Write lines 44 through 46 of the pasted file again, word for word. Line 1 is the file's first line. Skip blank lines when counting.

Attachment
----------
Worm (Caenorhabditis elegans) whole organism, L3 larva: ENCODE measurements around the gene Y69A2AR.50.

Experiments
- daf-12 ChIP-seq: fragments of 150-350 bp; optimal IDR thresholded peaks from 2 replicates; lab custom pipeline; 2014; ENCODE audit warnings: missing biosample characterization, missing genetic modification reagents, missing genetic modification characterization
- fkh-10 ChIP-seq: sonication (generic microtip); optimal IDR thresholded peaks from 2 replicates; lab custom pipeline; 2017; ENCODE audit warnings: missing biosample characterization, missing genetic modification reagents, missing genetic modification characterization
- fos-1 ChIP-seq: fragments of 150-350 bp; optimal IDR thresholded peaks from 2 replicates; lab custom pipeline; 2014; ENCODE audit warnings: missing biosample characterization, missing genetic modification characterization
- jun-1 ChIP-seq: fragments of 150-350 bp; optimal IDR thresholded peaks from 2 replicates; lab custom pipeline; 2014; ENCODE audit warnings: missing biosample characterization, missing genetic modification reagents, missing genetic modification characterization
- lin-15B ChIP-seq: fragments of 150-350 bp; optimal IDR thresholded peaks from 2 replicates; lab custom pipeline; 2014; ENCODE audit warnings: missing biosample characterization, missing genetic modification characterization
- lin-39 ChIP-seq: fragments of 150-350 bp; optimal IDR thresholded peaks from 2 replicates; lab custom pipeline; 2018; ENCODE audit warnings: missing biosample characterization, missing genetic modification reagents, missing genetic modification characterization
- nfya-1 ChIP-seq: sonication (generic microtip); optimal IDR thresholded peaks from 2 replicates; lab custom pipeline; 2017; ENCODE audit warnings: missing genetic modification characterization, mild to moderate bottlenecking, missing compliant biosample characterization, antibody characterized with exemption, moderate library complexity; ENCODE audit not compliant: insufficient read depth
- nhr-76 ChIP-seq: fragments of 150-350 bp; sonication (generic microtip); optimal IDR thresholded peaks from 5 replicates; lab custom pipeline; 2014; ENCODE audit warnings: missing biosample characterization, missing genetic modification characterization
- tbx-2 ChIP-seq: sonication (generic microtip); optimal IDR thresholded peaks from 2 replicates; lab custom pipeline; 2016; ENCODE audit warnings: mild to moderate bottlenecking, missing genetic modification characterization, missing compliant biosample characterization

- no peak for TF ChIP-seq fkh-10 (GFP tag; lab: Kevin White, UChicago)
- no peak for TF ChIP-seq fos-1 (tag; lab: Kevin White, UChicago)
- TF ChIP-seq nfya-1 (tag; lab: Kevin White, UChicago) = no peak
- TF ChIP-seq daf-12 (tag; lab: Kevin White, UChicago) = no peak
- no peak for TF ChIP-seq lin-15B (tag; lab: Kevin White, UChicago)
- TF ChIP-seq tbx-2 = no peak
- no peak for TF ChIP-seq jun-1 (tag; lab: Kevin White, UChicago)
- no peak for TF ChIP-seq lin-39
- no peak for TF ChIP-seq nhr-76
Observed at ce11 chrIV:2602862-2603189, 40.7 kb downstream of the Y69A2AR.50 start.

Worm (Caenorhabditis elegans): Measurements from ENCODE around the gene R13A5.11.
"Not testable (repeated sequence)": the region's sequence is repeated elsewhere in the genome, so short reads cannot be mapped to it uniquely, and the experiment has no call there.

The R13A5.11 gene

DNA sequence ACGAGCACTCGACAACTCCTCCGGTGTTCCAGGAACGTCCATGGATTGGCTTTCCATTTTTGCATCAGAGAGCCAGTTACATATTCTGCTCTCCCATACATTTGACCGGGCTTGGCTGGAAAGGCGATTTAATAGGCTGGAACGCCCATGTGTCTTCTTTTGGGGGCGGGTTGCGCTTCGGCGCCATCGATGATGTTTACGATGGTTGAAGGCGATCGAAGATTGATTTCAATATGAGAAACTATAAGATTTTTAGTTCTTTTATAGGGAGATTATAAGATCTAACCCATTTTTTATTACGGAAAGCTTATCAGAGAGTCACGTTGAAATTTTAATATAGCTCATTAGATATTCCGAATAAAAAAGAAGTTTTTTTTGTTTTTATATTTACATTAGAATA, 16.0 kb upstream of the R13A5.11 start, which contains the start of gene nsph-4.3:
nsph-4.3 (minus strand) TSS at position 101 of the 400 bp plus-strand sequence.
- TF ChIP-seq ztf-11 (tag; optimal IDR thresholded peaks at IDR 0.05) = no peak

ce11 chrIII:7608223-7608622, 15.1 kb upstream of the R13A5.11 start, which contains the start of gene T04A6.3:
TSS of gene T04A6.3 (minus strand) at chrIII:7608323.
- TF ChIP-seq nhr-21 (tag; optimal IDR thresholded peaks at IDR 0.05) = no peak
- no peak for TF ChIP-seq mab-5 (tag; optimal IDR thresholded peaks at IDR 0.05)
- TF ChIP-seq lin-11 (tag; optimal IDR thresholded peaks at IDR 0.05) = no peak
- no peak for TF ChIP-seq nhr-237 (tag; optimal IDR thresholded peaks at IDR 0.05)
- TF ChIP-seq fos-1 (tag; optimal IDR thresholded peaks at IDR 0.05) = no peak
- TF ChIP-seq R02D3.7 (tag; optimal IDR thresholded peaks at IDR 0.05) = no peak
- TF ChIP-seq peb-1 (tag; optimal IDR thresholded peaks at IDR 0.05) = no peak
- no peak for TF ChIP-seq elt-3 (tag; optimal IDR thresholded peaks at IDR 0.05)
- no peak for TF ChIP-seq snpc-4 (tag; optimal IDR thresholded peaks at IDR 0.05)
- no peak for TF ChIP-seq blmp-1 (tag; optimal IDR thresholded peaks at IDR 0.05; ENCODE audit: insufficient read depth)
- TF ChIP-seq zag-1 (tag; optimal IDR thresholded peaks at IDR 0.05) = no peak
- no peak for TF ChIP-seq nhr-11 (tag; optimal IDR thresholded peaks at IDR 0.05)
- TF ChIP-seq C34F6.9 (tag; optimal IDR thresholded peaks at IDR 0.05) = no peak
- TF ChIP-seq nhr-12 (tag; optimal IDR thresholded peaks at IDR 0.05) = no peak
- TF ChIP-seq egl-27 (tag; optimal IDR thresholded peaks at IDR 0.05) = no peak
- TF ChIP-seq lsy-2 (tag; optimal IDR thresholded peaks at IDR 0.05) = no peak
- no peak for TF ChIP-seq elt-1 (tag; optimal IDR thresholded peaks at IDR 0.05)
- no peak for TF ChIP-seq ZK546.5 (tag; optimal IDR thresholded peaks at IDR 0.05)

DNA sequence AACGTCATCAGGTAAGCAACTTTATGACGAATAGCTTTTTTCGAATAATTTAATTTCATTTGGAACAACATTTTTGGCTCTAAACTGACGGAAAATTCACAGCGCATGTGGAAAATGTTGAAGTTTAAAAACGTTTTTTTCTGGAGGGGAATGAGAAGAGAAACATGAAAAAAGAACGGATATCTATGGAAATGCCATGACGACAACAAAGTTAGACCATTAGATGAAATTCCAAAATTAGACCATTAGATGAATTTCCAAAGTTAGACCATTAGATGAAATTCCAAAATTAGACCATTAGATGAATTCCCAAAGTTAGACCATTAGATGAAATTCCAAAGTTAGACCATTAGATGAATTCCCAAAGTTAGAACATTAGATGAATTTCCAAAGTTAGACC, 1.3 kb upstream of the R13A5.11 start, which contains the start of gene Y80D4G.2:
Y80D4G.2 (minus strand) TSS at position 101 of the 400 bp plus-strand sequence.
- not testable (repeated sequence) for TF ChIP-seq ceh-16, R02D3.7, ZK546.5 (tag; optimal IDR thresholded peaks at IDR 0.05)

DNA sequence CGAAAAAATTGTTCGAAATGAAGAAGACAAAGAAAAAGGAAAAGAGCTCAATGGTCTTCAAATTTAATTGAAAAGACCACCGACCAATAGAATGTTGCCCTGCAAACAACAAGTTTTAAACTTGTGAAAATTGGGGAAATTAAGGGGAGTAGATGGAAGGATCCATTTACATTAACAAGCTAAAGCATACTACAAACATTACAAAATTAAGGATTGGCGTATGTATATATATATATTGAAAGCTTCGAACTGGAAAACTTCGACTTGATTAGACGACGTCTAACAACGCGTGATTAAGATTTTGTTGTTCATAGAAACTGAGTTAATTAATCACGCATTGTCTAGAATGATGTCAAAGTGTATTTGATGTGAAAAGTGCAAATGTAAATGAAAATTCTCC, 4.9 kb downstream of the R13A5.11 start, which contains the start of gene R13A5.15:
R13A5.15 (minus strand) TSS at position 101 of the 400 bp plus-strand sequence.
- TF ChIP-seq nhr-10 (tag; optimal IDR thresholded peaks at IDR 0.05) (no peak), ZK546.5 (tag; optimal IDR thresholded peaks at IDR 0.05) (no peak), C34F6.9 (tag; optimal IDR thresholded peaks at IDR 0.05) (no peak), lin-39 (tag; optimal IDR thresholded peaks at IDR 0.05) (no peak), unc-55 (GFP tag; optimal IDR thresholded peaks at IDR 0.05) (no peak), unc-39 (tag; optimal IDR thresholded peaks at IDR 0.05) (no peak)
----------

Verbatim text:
- TF ChIP-seq egl-27 (tag; optimal IDR thresholded peaks at IDR 0.05) = no peak
- TF ChIP-seq lsy-2 (tag; optimal IDR thresholded peaks at IDR 0.05) = no peak
- no peak for TF ChIP-seq elt-1 (tag; optimal IDR thresholded peaks at IDR 0.05)